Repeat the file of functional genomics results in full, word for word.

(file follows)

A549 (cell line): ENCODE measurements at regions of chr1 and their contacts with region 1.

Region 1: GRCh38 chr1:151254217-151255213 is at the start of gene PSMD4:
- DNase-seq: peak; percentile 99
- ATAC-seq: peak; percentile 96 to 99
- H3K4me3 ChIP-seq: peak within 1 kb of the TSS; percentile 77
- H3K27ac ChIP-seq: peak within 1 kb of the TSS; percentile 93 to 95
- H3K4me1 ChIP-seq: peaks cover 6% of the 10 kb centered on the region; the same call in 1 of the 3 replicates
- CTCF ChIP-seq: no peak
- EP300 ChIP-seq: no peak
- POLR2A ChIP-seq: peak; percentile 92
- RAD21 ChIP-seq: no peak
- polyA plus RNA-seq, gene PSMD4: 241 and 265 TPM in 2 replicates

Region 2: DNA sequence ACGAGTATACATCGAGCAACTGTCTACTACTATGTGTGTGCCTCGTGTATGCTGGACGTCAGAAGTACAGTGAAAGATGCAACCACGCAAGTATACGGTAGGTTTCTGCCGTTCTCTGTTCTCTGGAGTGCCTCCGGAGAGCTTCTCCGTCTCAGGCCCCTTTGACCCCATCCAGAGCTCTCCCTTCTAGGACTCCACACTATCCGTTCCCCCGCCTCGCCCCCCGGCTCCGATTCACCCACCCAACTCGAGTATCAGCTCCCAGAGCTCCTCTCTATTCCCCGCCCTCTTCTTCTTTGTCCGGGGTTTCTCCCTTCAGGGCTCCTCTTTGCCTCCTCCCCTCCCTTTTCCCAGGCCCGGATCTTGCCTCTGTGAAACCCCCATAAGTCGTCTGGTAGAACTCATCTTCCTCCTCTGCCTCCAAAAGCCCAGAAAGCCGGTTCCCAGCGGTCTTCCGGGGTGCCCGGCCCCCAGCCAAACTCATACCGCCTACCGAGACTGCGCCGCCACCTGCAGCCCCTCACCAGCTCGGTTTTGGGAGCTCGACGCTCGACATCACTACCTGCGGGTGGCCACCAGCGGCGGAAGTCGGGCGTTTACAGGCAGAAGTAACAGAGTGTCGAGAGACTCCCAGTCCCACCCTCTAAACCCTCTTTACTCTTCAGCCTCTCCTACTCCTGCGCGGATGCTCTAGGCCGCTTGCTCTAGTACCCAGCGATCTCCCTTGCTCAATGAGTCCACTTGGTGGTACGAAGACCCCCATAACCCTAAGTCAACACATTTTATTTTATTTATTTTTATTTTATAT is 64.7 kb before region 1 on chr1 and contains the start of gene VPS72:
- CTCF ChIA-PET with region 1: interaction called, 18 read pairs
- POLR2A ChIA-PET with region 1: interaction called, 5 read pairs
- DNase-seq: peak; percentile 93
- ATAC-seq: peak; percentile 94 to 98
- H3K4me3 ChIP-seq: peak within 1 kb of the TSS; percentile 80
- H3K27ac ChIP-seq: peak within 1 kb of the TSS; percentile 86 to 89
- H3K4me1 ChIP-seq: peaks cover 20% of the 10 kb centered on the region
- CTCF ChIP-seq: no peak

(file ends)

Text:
A549 (cell line): ENCODE measurements at regions of chr1 and their contacts with region 1.

Region 1: GRCh38 chr1:151254217-151255213 is at the start of gene PSMD4:
- DNase-seq: peak; percentile 99
- ATAC-seq: peak; percentile 96 to 99
- H3K4me3 ChIP-seq: peak within 1 kb of the TSS; percentile 77
- H3K27ac ChIP-seq: peak within 1 kb of the TSS; percentile 93 to 95
- H3K4me1 ChIP-seq: peaks cover 6% of the 10 kb centered on the region; the same call in 1 of the 3 replicates
- CTCF ChIP-seq: no peak
- EP300 ChIP-seq: no peak
- POLR2A ChIP-seq: peak; percentile 92
- RAD21 ChIP-seq: no peak
- polyA plus RNA-seq, gene PSMD4: 241 and 265 TPM in 2 replicates

Region 2: DNA sequence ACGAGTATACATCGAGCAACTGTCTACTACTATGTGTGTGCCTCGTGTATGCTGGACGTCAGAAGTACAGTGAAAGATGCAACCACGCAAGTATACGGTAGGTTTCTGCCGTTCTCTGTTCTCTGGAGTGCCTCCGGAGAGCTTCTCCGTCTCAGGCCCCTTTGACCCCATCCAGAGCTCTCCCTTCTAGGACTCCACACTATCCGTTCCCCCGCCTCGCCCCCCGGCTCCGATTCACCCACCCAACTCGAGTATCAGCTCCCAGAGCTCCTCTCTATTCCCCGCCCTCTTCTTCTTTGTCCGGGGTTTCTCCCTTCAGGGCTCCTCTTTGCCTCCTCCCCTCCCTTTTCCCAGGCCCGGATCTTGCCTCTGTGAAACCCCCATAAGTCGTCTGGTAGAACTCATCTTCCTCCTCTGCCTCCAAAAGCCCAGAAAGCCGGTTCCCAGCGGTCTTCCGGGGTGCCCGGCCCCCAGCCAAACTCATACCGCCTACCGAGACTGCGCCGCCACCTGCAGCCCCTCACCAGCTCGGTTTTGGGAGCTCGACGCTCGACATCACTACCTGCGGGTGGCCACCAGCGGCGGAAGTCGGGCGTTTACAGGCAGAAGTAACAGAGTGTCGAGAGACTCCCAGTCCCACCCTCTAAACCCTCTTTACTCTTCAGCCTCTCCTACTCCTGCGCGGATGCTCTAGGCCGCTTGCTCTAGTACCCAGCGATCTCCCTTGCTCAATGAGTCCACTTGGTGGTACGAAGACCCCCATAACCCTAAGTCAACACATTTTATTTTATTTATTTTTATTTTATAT is 64.7 kb before region 1 on chr1 and contains the start of gene VPS72:
- CTCF ChIA-PET with region 1: interaction called, 18 read pairs
- POLR2A ChIA-PET with region 1: interaction called, 5 read pairs
- DNase-seq: peak; percentile 93
- ATAC-seq: peak; percentile 94 to 98
- H3K4me3 ChIP-seq: peak within 1 kb of the TSS; percentile 80
- H3K27ac ChIP-seq: peak within 1 kb of the TSS; percentile 86 to 89
- H3K4me1 ChIP-seq: peaks cover 20% of the 10 kb centered on the region
- CTCF ChIP-seq: no peak